The eastern side of Argentine Pass was accessed on July 8, 2015 by Dan, Chris, and JoAnn Grenard. The western side was accessed on July 9, 2015. The east side of the pass is accessible by four wheel drive vehicles and the west side which is nicely accessible to a trail-head that enables foot access up the old route along a rather dramatic valley climb. This post describes the look and feel of both the west side and east side with photographs and some rather dramatic drone footage.
Historically Argentine Pass was used from about 1869 to about 1883 time period for access to both Montezuma and the placer mines along the Blue River in the Breckenridge area. A need for access developed in response to a silver rush that began about 1865. Much needed access routes into the region were needed to carry a wave of eager prospectors into the area. Marshall and Amanda Felch were some of these early entrants into the area and they have a fascinating story of their own. Webster pass actually provided the initial access into the Snake River Valley (Keystone and Montezuma area) but access was also needed from the Montezuma area to Georgetown. In 1869 a toll road was built from Georgetown to Montezuma by way of Argentine Pass. The costs of building the route were supported by charges against wagons and stock using them. It is probable that the Felch’s would have used Argentine Pass in the 1869 to about 1872 time period when accessing Georgetown and Denver from Montezuma.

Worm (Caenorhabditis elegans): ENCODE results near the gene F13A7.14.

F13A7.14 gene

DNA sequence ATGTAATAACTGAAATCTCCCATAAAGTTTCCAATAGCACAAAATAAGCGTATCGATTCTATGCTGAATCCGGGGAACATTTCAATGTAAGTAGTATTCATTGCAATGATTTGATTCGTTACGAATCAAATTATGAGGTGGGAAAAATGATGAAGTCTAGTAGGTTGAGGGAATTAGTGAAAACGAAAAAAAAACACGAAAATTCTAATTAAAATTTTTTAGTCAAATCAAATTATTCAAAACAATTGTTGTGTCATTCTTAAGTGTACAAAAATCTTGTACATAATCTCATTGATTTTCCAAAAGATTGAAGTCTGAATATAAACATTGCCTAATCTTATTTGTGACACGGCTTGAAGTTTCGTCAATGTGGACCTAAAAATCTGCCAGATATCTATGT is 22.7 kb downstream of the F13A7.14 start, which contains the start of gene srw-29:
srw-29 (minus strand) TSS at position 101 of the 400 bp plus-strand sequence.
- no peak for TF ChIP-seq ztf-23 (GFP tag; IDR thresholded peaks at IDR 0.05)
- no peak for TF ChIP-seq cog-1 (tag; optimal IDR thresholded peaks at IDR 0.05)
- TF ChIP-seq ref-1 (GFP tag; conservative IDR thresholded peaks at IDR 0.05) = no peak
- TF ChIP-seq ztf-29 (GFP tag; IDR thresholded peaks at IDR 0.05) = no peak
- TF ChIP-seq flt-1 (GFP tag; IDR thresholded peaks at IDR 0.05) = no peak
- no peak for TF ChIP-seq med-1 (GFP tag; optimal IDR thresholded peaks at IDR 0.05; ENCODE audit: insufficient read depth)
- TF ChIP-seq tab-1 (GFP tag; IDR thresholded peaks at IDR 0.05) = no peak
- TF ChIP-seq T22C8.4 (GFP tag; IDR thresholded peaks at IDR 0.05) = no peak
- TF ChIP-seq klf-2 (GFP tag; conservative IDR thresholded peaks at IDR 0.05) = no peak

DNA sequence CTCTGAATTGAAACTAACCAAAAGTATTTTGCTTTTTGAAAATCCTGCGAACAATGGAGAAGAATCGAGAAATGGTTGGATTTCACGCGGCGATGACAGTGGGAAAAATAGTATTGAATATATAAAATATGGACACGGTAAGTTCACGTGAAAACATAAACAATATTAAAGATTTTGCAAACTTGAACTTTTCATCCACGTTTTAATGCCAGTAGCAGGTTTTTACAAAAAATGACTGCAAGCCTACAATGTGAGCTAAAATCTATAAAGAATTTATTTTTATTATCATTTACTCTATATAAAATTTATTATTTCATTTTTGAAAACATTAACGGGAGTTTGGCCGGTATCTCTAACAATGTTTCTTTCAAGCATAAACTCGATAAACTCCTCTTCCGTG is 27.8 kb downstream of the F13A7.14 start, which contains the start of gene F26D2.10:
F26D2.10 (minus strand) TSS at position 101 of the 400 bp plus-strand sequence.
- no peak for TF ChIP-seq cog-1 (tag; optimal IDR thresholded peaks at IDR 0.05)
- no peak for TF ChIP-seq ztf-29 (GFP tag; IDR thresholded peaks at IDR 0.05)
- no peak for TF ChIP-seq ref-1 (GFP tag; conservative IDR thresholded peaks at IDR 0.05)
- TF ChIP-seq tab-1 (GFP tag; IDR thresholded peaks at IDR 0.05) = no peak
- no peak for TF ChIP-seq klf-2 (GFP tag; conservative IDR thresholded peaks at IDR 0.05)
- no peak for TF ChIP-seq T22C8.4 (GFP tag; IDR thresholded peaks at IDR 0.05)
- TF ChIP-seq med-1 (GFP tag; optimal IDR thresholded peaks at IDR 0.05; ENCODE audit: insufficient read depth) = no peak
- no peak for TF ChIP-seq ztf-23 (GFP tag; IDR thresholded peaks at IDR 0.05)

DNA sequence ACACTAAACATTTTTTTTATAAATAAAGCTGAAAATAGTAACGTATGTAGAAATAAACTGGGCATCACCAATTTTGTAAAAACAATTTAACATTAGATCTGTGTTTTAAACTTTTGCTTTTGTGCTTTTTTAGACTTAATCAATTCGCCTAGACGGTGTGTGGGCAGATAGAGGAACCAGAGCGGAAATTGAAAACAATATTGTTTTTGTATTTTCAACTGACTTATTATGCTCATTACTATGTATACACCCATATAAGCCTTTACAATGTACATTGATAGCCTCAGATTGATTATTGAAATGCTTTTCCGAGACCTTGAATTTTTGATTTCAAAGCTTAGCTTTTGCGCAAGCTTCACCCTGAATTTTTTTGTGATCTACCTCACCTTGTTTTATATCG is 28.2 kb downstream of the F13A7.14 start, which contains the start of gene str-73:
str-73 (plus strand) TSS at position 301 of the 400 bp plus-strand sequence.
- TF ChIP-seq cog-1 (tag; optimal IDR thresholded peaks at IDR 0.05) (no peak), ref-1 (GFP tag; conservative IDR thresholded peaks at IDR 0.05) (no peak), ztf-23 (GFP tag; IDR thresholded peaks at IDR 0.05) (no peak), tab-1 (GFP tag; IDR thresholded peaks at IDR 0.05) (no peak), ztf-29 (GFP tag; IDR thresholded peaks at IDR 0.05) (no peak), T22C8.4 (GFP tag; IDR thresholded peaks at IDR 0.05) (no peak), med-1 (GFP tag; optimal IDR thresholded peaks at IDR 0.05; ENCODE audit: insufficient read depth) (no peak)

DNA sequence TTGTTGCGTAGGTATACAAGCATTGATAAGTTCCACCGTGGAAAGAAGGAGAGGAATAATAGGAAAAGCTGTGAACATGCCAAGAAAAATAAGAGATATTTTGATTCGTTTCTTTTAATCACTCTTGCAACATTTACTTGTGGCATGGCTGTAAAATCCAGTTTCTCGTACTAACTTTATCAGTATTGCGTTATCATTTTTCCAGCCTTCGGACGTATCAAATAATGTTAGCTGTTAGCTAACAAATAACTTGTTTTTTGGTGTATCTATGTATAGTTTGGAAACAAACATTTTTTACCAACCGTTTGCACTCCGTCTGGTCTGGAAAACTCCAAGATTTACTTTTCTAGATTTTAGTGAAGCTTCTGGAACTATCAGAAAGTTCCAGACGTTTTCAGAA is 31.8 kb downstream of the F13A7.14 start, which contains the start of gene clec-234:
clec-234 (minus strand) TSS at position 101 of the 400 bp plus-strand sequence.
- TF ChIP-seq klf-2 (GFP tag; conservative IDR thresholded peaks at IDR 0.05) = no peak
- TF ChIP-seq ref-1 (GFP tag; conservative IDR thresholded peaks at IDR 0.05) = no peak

East Access: Access from Georgetown is to the south along the Guanella Pass road then diverting west and following Leavenworth Creek a distance of about 15 miles. This is a four wheel drive route described in various four wheel drive books and online sites including one called every trail. The route is rough and rocky until you reach the Waldorf and then becomes more challenging. We went up on a day when it was raining lightly to moderately most of the day and stopped at the Waldorf Mine area before heading back. We’ve heard mixed reports on driving to the top where you would be able to see to the other side in a dramatic vista but not drive further as it is a foot trail on the other side.
The historical story behind both the east and western access is fairly similar. Today access on the eastern side is excellent following the Peru Creek Valley which connects to the Snake River just below Montezuma, a relatively short tributary that joins the Blue River in the Dillon area. This nicely developed access appears to be the result of a major reclamation effort going on in in the Pennsylvania Mine area near the base of Argentine Pass. Access stops in the upper part of the Peru River Valley about a half mile above the Pennsylvania Mine but continues on a nicely developed foot trail up to the top of the Pass.